This paper is concerned with child poverty from an ethical perspective and applies the normative concept of vulnerability for this purpose. The first part of the paper will briefly outline children’s particular vulnerability and distinguish important aspects of this. Then the concept will be applied to child poverty and it will be shown that child poverty is a corrosive situational vulnerability, with many severe consequences. In this part of the paper normative reasoning and empirical literature will be brought together. Then, (...)
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  44. Pediatric Assent and Treating Children Over Objection.Jason Wasserman, Mark Christopher Navin & John Vercler - 2019 - Pediatrics 144 (5):e20190382.
    More than 20 years ago, the pioneering pediatric ethicist William Bartholome wrote a fiery letter to the editor of this journal because he thought a recently published statement on pediatric assent, from the Committee on Bioethics of the American Academy of Pediatrics (AAP), showed insufficient respect for children. That AAP statement, like its 2016 update, asserts that pediatric assent should be solicited only when a child’s dissent will be honored. Bartholome objected that pediatricians should always solicit children’s assent and that (...)
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  45. The Burdens of Life.Mark Wells - 2019 - Philosophia 47 (5):1613-1620.
    In this paper, I make the case for risks and burdens of morality and meaning. Recognizing such risks and burdens would require many of us to expand how we think about the imposition of risks and burdens. As I take it, if such an expansion helps us make more sense of relevant cases and helps us clarify or resolve debates for which risks and burdens are relevant, then it is well-motivated. Accordingly, I will demonstrate the relevance of my proposed expansion (...)
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  46. Children and Added Sugar: The Case for Restriction.Theodore Bach - 2018 - Journal of Applied Philosophy 35 (S1):105-120.
    It is increasingly clear that children's excessive consumption of products high in added sugar causes obesity and obesity-related health problems like type 2 diabetes, cardiovascular disease, and metabolic syndrome. Less clear is how best to address this problem through public health policy. In contrast to policies that might conflict with adult's right to self-determination — for example sugar taxes and soda bans — this article proposes that children's access to products high in added sugars should be restricted in the same (...)
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  47. Trust as a virtue in education.Laura D’Olimpio - 2018 - Educational Philosophy and Theory 50 (2):193-202.
    As social and political beings, we are able to flourish only if we collaborate with others. Trust, understood as a virtue, incorporates appropriate rational emotional dispositions such as compassion as well as action that is contextual, situated in a time and place. We judge responses as appropriate and characters as trustworthy or untrustworthy based on these factors. To be considered worthy of trust, as an individual or an institution, one must do the right thing at the right time for the (...)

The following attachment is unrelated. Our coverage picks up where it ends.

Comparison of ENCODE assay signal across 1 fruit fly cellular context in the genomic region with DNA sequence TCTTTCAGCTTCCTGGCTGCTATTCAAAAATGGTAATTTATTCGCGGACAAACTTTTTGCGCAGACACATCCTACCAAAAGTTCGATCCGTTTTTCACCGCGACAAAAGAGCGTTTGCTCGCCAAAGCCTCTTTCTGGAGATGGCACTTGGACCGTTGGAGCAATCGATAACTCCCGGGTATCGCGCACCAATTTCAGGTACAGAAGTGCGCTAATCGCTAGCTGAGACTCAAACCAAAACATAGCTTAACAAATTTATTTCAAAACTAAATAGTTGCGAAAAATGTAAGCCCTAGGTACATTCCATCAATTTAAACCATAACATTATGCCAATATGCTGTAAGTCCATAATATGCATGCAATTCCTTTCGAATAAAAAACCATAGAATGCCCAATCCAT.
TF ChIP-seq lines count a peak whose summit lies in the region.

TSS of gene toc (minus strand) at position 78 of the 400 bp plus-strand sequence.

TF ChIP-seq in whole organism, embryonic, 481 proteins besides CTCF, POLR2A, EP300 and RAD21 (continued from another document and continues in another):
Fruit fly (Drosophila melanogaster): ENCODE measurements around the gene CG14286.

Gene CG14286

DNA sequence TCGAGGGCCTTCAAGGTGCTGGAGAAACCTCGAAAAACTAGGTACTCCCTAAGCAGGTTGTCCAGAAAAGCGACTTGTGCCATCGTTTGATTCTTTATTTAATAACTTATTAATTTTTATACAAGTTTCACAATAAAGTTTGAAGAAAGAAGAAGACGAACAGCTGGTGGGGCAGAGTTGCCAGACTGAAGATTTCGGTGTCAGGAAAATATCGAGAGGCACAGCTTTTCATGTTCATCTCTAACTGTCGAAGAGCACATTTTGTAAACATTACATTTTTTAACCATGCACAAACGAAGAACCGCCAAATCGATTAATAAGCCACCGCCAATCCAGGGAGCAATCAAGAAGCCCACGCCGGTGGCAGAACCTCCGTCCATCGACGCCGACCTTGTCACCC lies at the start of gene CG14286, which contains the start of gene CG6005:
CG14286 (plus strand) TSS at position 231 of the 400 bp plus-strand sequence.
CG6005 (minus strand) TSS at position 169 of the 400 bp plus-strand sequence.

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  48. Procreative-parenting, love's reasons and the demands of morality.Luara Ferracioli - 2018 - Philosophical Quarterly 68 (270):77-97.
    Many philosophers believe that the relationship between a parent and a child is objectively valuable, but few believe that there is any objective value in first creating a child in order to parent her. But if it is indeed true that all of the objective value of procreative-parenting comes from parenting, then it is hard to see how procreative-parenting can overcome two particularly pressing philosophical challenges. A first challenge is to show that it is morally permissible for prospective parents to (...)
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  49. Children's Vulnerability and Legitimate Authority Over Children.Anca Gheaus - 2018 - Journal of Applied Philosophy:60-75.
    Children's vulnerability gives rise to duties of justice towards children and determines when authority over them is legitimately exercised. I argue for two claims. First, children's general vulnerability to objectionable dependency on their caregivers entails that they have a right not to be subject to monopolies of care, and therefore determines the structure of legitimate authority over them. Second, children's vulnerability to the loss of some special goods of childhood determines the content of legitimate authority over them. My interest is (...)
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  50. Biological Parenthood: Gestational, Not Genetic.Anca Gheaus - 2018 - Australasian Journal of Philosophy 96 (2):225-240.
    Common sense morality and legislations around the world ascribe normative relevance to biological connections between parents and children. Procreators who meet a modest standard of parental competence are believed to have a right to rear the children they brought into the world. I explore various attempts to justify this belief and find most of these attempts lacking. I distinguish between two kinds of biological connections between parents and children: the genetic link and the gestational link. I argue that the second (...)